Friday, September 3, 2010

In the News & Around the Blogosphere

Dexter Filkins & Alissa J. Rubin, NYTimes, Graft-Fighting Prosecutor Fired in Afghanistan; Rahim Faiez & Deb Riechmann (AP), Afghan deputy attorney general forced to retire

Mike Scarcella, BLT Blog, DOJ Picks up Support in Prosecution of Former Congressman

Equilar, Executive Compensation Trends, 2010 Clawback POlicy Report can be obtained via here 

Jenna Greene, BLT Blog, Revolving Door at the SEC

DOJ Press Release, Former Executives Indicted in Conspiracy to Fix Fares on Flights Between the United States and the Republic of Korea


September 3, 2010 in News | Permalink | Comments (0) | TrackBack (0)

Tuesday, August 31, 2010

Roger's Reputational Dilemma

As expected, Roger Clemens pled not guilty on Monday to charges of perjury, false statements, and obstruction of Congress. He is represented by two of the ablest white collar criminal defense attorneys in the country—Rusty Hardin of Houston and San Diego’s Mike Attanasio. I know these men and their work. They are stellar lawyers.

The government asked Judge Reggie Walton to make Clemens surrender his passport in order to reduce the risk of flight. Honest. They really did. Give me a break. Walton didn’t buy it.

It is generally assumed that Clemens could have taken five before Congress and was therefore foolish to testify and subject himself to possible perjury charges. I’m not completely convinced of this, since the activity Congress was investigating at the time appears to have been beyond the statute of limitations. How can you incriminate yourself by truthfully admitting to something that you can no longer be prosecuted for?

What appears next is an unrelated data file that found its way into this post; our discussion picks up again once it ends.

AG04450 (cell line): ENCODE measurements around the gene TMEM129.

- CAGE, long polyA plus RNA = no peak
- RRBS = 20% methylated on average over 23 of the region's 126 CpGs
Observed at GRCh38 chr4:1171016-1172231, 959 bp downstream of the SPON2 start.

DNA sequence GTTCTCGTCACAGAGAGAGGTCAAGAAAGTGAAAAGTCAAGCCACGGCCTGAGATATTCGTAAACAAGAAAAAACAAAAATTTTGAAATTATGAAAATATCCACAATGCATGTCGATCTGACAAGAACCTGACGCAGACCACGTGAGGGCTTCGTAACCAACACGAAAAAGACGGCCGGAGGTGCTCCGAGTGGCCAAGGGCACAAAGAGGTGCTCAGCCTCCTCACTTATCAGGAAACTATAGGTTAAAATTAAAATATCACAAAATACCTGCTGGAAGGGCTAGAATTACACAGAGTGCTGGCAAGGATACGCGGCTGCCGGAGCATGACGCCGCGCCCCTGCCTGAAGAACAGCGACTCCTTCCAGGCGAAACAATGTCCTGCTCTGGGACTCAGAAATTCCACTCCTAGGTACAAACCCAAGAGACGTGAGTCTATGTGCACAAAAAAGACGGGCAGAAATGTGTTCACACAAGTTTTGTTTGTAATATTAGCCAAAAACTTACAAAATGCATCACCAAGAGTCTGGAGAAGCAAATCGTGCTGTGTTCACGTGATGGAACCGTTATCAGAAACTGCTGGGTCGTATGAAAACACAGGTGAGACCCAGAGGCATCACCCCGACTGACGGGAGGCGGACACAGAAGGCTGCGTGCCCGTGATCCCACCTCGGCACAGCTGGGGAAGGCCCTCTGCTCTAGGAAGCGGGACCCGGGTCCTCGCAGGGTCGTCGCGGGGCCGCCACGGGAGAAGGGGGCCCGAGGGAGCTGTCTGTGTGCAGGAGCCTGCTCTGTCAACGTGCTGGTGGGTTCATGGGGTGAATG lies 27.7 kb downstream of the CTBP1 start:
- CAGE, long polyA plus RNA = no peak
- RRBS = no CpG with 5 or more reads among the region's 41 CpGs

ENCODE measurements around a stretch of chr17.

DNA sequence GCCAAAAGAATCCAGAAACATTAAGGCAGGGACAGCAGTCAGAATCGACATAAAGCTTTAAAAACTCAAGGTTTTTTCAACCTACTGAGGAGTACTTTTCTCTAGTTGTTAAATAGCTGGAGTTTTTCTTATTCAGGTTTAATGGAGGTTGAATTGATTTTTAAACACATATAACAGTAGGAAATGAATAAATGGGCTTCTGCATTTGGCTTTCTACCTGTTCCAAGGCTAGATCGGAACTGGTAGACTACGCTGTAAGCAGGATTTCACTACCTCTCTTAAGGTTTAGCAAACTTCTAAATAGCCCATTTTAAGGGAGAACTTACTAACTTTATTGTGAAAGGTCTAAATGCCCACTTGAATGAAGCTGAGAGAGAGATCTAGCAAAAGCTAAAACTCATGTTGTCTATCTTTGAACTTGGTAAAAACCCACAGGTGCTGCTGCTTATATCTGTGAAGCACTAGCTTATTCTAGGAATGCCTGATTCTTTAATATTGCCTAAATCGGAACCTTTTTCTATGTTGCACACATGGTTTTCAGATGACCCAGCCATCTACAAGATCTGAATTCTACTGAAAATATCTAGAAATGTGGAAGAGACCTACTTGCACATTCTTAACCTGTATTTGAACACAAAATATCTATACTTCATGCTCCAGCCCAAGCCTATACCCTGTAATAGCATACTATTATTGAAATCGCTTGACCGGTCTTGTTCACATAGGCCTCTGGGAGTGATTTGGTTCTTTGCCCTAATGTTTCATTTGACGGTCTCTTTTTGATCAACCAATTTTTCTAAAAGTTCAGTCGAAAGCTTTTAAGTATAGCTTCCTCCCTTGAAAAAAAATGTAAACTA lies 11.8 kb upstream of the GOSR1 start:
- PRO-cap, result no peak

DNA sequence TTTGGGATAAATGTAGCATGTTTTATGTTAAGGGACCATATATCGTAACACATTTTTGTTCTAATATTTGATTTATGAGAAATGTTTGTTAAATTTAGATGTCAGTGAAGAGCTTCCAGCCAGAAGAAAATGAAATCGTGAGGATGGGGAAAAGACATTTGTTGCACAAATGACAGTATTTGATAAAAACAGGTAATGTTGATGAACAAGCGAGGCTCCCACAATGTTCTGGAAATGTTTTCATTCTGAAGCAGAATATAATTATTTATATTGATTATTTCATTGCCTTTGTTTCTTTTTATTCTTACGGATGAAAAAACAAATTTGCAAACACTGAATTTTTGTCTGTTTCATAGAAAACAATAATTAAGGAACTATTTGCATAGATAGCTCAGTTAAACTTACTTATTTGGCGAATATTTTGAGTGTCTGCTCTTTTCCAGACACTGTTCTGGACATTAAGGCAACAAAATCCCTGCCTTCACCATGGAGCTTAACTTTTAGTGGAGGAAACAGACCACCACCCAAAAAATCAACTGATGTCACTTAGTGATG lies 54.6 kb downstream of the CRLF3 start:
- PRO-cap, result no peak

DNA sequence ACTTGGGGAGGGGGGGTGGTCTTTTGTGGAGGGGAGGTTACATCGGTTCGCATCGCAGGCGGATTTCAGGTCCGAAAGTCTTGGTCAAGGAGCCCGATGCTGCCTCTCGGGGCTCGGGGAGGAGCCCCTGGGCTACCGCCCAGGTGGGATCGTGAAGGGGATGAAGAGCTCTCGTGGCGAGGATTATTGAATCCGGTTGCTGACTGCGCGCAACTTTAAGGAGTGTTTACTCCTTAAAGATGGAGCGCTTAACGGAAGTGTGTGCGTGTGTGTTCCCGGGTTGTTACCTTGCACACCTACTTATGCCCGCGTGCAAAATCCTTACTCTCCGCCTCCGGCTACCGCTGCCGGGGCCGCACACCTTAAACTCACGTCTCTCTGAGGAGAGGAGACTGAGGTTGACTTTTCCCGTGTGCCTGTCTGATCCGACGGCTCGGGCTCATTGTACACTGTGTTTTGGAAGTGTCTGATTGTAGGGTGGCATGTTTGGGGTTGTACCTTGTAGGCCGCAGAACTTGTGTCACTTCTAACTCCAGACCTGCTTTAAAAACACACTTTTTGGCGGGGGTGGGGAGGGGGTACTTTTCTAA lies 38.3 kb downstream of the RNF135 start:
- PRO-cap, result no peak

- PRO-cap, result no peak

At any rate, Clemens appeared without a subpoena, so there was no question of him not testifying. His attorneys will be able to argue to the jury that he had everything to lose and nothing to gain by appearing and testifying. Ergo, he must have been telling the truth. This can be a powerful argument in skilled hands, particularly in front of a DC jury, but it is better not to be forced to make it at all-better not to be indicted in the first place.

Roger's dilemma is the dilemma of the client with exposure, even limited exposure, who cannot or will not do the prudent thing and shut the hell up. It is best not to testify under oath, or even talk to the government, if you face potential criminal prosecution. Just ask Martha Stewart. But some high profile clients cannot take the perceived damage to their reputations involved in invoking the privilege. Clemens had the example of Mark McGwire in front of him. McGwire’s reputation was permanently and severely damaged by his refusal, on Fifth Amendment grounds, to answer a Congressional panel’s questions. 

I know, I know; the privilege protects the innocent as well as the guilty. But nobody believes that in television land. Had Clemens publicly invoked the privilege, he would have been scarred for life. And he is not some dime-a-dozen, $40 million bonus CEO. He is one of the immortals.

The reputational dilemma is not confined to high-profile clients or the decision to invoke the Fifth Amendment. As a prosecutor, I saw defendants refuse to take plea offers, including misdemeanors with no jail time, because they could not admit wrongdoing to a spouse or child. It is a reminder that the strategy and tactics of criminal defense work are not always confined to logical analysis. The human, emotional element is ever present.